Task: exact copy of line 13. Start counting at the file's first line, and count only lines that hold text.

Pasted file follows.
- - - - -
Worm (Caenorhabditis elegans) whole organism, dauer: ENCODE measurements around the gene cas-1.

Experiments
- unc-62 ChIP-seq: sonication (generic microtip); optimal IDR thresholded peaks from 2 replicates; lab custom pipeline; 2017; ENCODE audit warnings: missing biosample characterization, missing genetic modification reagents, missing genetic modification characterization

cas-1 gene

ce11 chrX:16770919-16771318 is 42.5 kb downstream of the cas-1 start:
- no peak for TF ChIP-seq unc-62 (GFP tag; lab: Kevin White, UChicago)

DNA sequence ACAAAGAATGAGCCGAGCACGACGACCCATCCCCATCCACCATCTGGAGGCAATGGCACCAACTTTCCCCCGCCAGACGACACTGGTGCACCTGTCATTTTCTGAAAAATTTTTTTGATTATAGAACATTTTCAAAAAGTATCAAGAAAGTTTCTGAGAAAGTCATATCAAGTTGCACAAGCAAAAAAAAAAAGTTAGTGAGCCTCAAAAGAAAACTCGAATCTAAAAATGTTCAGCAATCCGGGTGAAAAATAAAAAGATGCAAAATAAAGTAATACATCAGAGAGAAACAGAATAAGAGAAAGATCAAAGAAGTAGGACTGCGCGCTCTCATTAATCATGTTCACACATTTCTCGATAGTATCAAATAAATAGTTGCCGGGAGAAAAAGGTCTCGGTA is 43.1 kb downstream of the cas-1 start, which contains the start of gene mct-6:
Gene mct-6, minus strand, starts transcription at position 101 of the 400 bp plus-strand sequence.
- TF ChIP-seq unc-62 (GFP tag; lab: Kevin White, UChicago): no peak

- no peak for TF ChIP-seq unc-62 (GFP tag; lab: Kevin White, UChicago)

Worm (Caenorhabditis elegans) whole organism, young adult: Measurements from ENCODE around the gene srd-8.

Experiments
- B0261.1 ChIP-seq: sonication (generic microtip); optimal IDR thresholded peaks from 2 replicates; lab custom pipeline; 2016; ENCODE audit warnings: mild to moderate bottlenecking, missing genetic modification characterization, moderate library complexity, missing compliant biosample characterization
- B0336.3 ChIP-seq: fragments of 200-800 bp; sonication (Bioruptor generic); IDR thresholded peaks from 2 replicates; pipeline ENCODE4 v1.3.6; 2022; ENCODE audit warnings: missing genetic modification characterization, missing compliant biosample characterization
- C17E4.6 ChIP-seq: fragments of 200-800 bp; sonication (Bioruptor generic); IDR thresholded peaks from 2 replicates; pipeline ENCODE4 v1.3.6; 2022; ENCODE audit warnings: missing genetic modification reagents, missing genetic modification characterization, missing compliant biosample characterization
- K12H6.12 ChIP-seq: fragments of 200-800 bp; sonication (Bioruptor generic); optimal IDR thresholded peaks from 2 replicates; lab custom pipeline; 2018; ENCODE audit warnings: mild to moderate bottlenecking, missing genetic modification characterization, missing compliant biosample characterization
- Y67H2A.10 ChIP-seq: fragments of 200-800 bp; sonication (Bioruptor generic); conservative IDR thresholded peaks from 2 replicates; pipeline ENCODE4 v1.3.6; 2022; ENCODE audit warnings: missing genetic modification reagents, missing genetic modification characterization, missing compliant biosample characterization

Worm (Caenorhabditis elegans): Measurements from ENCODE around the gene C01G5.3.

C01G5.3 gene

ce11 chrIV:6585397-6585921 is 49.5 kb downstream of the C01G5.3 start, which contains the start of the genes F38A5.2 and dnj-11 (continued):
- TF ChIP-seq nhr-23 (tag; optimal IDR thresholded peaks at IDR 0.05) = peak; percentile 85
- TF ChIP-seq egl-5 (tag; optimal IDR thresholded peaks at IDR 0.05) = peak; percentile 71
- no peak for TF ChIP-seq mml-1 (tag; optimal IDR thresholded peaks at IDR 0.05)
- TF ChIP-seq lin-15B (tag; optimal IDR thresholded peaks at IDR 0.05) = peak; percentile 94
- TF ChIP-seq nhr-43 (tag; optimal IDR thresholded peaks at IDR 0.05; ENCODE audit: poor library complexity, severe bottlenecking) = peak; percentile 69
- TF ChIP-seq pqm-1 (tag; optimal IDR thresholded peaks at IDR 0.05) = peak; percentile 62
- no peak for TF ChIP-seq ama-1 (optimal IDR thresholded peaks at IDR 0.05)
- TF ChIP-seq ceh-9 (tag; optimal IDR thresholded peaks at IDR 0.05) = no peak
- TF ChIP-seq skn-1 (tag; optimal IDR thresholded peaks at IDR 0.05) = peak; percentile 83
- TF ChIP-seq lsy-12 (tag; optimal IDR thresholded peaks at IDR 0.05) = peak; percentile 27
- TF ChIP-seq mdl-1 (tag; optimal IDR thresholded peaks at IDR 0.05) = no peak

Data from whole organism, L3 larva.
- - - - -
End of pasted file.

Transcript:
- B0261.1 ChIP-seq: sonication (generic microtip); optimal IDR thresholded peaks from 2 replicates; lab custom pipeline; 2016; ENCODE audit warnings: mild to moderate bottlenecking, missing genetic modification characterization, moderate library complexity, missing compliant biosample characterization